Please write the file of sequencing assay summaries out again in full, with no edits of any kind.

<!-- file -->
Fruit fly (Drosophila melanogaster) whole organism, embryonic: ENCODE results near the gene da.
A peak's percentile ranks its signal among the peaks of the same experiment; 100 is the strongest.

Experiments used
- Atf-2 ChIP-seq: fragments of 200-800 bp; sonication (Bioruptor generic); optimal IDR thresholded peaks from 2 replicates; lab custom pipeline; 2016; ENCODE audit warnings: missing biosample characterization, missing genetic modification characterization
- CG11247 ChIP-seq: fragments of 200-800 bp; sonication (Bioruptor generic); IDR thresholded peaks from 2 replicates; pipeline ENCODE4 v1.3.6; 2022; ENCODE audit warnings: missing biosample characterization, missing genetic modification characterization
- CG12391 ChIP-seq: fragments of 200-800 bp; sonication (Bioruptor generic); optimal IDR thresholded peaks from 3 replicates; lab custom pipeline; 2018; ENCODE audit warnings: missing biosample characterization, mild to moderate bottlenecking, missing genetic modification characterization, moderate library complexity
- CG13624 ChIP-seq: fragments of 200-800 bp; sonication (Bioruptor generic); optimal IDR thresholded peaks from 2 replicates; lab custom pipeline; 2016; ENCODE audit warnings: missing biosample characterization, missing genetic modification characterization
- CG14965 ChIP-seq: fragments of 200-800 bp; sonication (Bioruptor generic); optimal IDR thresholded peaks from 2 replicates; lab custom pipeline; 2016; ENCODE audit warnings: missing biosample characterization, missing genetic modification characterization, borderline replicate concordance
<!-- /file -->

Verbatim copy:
Fruit fly (Drosophila melanogaster) whole organism, embryonic: ENCODE results near the gene da.
A peak's percentile ranks its signal among the peaks of the same experiment; 100 is the strongest.

Experiments used
- Atf-2 ChIP-seq: fragments of 200-800 bp; sonication (Bioruptor generic); optimal IDR thresholded peaks from 2 replicates; lab custom pipeline; 2016; ENCODE audit warnings: missing biosample characterization, missing genetic modification characterization
- CG11247 ChIP-seq: fragments of 200-800 bp; sonication (Bioruptor generic); IDR thresholded peaks from 2 replicates; pipeline ENCODE4 v1.3.6; 2022; ENCODE audit warnings: missing biosample characterization, missing genetic modification characterization
- CG12391 ChIP-seq: fragments of 200-800 bp; sonication (Bioruptor generic); optimal IDR thresholded peaks from 3 replicates; lab custom pipeline; 2018; ENCODE audit warnings: missing biosample characterization, mild to moderate bottlenecking, missing genetic modification characterization, moderate library complexity
- CG13624 ChIP-seq: fragments of 200-800 bp; sonication (Bioruptor generic); optimal IDR thresholded peaks from 2 replicates; lab custom pipeline; 2016; ENCODE audit warnings: missing biosample characterization, missing genetic modification characterization
- CG14965 ChIP-seq: fragments of 200-800 bp; sonication (Bioruptor generic); optimal IDR thresholded peaks from 2 replicates; lab custom pipeline; 2016; ENCODE audit warnings: missing biosample characterization, missing genetic modification characterization, borderline replicate concordance